I don’t think you can “teach” wild knowledge, any more than you can teach voice and tone; the very notion seems oxymoronic. I don’t think I’ve ever taught anyone to be a critic, or to sound like themselves and no one else. At best, in my own writings and lectures, and teaching, I’ve modeled that, in an eccentric, one-off way. Because, in the last analysis, as the film critic P. Adams Sitney once said, “Criticism isn’t a profession, it’s a disposition of the soul at certain moments.” [...]
You can train an athlete, a sharpshooter, an airplane mechanic, a neurosurgeon, a computer programmer, and perhaps a hard-news journalist. But unless you have as your goal someone who will replicate a certain set of actions to achieve a predetermined result, you can’t (or shouldn’t) train a philosopher, a psychoanalyst, an artist, or a critic. [...]
In my previous post I discussed Thomas E. Patterson’s just-published book, Informing the News: The Need for Knowledge-Based Journalism (Vintage Books, 2013), which puts forward the radical idea that journalism as a practice would improve dramatically if journalists actually knew something about the subjects they covered.
Patterson, Bradlee Professor of Government and the Press at the Harvard Kennedy School, founded Journalist’s Resource, [...]
It may seem preposterous to have to advocate for and even defend “knowledge-based journalism” against ignorant or dumb opinionation. But we live amidst a growing faith in the reliability of what Jaron Lanier and others refer to as “hive mind,” the collective wisdom (and lack thereof) of whatever amorphous and usually anonymous aggregate one might encounter in an online forum or the listener base for a call-in talk show or the habitués of your neighborhood sports bar. [...]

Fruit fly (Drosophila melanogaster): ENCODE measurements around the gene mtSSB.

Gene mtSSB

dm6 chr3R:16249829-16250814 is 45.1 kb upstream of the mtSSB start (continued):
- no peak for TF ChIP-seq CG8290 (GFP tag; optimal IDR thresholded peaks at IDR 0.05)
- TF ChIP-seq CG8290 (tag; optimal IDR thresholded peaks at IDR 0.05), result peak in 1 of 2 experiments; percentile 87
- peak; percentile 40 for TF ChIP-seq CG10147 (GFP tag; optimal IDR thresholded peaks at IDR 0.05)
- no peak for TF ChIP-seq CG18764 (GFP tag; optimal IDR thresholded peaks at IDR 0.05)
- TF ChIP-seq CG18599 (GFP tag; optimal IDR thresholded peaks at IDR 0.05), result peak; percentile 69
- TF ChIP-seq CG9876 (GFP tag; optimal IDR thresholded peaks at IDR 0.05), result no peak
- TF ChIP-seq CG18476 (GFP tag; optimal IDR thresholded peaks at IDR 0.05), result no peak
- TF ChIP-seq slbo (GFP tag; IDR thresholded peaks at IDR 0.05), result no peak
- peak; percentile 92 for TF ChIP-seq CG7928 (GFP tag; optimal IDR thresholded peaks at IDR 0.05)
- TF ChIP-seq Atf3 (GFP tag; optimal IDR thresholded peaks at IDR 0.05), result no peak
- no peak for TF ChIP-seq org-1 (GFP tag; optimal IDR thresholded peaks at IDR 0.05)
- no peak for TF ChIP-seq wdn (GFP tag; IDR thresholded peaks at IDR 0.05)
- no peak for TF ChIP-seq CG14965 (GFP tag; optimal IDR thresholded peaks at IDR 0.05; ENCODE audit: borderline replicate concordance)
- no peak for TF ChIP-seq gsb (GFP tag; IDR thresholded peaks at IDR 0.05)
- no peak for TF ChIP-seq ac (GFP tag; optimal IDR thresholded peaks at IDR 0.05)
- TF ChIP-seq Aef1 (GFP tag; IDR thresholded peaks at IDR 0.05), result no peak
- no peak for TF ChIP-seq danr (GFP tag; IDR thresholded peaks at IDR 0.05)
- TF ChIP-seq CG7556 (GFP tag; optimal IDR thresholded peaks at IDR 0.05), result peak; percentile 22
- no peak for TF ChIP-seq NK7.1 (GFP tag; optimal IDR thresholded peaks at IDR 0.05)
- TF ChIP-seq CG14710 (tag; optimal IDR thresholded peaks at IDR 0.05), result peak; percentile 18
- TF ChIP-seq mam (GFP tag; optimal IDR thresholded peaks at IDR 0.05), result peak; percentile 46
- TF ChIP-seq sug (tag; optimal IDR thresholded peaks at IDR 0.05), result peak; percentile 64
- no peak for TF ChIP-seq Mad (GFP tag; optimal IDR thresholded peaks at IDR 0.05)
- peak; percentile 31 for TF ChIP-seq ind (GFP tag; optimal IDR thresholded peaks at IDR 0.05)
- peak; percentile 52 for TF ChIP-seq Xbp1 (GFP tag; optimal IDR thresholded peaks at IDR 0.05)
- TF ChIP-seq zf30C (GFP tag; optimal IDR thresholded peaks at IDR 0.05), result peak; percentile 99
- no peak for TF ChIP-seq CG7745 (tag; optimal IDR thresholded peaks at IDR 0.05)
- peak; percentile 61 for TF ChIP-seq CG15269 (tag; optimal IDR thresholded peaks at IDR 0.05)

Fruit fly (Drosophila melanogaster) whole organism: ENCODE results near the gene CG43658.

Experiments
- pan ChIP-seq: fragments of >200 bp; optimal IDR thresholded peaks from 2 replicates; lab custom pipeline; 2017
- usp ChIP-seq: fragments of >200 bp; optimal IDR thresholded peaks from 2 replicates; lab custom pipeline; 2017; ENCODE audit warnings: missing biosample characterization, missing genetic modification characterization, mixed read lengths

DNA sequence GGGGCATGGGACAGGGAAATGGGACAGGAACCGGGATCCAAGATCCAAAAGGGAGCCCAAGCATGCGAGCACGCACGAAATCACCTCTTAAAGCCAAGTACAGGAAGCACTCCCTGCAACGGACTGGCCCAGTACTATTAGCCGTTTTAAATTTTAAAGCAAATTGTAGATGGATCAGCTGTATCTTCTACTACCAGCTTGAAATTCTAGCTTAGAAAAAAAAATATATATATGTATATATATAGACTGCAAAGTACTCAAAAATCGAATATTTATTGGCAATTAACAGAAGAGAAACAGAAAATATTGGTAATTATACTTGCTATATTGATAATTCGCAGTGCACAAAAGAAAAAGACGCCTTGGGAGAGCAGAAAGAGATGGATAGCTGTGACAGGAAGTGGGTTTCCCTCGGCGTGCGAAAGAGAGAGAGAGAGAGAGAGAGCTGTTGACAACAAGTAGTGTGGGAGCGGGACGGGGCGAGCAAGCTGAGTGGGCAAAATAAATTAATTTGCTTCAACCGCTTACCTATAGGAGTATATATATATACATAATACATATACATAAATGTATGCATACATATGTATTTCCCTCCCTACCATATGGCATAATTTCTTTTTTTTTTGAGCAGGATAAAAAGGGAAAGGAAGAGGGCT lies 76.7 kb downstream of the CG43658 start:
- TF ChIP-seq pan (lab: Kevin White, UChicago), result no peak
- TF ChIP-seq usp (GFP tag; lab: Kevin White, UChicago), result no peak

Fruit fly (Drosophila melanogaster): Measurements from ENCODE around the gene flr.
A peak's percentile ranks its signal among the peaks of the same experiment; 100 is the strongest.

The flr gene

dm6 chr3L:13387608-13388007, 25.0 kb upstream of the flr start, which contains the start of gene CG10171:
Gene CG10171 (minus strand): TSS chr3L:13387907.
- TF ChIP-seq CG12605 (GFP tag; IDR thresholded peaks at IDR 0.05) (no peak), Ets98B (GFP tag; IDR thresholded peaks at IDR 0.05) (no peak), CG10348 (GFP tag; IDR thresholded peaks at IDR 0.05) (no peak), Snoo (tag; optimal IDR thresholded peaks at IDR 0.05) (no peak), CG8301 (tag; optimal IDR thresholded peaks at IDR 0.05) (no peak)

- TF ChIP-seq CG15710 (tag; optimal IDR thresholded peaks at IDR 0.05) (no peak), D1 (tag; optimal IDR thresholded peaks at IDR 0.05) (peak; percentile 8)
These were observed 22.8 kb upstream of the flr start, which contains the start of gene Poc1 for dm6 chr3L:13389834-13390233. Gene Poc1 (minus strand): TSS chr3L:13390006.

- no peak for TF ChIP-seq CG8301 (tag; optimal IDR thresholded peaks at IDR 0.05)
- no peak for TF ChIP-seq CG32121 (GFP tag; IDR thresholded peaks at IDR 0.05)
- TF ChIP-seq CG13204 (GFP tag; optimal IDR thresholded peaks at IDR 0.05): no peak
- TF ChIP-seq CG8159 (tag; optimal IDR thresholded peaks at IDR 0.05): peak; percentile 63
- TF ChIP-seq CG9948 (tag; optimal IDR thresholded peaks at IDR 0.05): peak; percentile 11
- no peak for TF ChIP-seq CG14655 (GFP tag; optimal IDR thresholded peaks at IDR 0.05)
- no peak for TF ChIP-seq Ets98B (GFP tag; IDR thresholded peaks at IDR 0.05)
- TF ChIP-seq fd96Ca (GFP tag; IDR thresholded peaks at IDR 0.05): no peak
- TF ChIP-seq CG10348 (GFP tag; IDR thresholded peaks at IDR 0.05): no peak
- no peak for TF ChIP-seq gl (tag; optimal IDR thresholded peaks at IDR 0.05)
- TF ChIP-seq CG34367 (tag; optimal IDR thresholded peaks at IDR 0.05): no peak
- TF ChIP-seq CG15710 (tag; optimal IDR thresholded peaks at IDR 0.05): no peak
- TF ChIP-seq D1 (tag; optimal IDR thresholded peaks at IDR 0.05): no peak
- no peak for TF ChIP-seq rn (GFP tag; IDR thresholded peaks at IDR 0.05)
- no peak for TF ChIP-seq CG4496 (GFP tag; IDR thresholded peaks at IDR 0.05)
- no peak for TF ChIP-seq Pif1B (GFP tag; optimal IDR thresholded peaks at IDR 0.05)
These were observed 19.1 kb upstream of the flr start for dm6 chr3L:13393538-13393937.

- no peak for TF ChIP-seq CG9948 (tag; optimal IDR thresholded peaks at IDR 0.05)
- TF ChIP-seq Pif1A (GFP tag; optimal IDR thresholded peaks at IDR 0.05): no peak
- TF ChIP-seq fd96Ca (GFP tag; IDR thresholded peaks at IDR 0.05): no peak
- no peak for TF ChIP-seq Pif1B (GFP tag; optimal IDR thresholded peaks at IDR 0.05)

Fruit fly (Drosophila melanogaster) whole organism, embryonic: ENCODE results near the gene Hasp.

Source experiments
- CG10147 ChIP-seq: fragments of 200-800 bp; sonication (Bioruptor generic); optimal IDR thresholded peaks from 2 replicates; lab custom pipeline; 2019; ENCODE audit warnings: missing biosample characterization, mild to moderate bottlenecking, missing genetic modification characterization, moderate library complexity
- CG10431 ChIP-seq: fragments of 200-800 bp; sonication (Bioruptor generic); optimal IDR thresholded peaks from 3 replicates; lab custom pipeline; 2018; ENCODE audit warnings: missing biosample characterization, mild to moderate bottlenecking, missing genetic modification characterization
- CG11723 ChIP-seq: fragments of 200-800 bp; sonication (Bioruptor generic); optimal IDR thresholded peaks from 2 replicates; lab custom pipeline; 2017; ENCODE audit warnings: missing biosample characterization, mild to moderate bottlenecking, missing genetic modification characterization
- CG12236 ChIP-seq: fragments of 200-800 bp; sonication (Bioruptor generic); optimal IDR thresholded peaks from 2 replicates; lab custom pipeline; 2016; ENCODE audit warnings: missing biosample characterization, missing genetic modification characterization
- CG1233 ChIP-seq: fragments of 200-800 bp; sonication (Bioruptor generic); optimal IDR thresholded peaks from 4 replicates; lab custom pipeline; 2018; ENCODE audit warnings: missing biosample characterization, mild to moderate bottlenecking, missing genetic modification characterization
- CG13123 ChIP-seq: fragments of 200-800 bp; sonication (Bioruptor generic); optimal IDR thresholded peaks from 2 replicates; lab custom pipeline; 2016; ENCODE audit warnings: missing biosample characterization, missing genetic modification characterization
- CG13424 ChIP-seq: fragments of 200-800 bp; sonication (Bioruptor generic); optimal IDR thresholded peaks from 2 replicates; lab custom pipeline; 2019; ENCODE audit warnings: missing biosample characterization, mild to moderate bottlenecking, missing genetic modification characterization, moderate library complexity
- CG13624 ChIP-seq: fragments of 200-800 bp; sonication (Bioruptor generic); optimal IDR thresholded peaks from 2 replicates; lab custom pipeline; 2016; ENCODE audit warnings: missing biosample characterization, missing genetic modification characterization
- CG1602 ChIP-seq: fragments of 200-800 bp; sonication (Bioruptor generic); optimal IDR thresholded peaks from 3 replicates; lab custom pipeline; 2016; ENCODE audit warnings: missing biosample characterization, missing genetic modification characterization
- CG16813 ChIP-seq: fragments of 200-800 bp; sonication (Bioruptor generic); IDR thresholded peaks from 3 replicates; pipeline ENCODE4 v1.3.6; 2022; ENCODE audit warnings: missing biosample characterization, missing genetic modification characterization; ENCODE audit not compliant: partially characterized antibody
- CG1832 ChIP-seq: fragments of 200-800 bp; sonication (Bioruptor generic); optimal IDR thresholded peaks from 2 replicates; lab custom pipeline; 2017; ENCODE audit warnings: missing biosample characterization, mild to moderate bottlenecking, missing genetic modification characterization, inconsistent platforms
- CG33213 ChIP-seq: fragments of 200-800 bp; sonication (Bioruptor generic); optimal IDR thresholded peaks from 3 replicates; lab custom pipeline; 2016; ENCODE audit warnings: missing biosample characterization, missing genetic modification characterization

The dumbing down of our culture and its citizenry has achieved a momentum that seems inexorable and may prove irreversible. But some it happens deliberately, by choice. For example, the newly appointed editor at the website BuzzFeed, Isaac Fitzgerald, has actually banned negative book reviews. He expects contributors to “follow what he calls the ‘Bambi Rule’: ‘If you can’t say something nice, don’t say nothing at all.’” [...]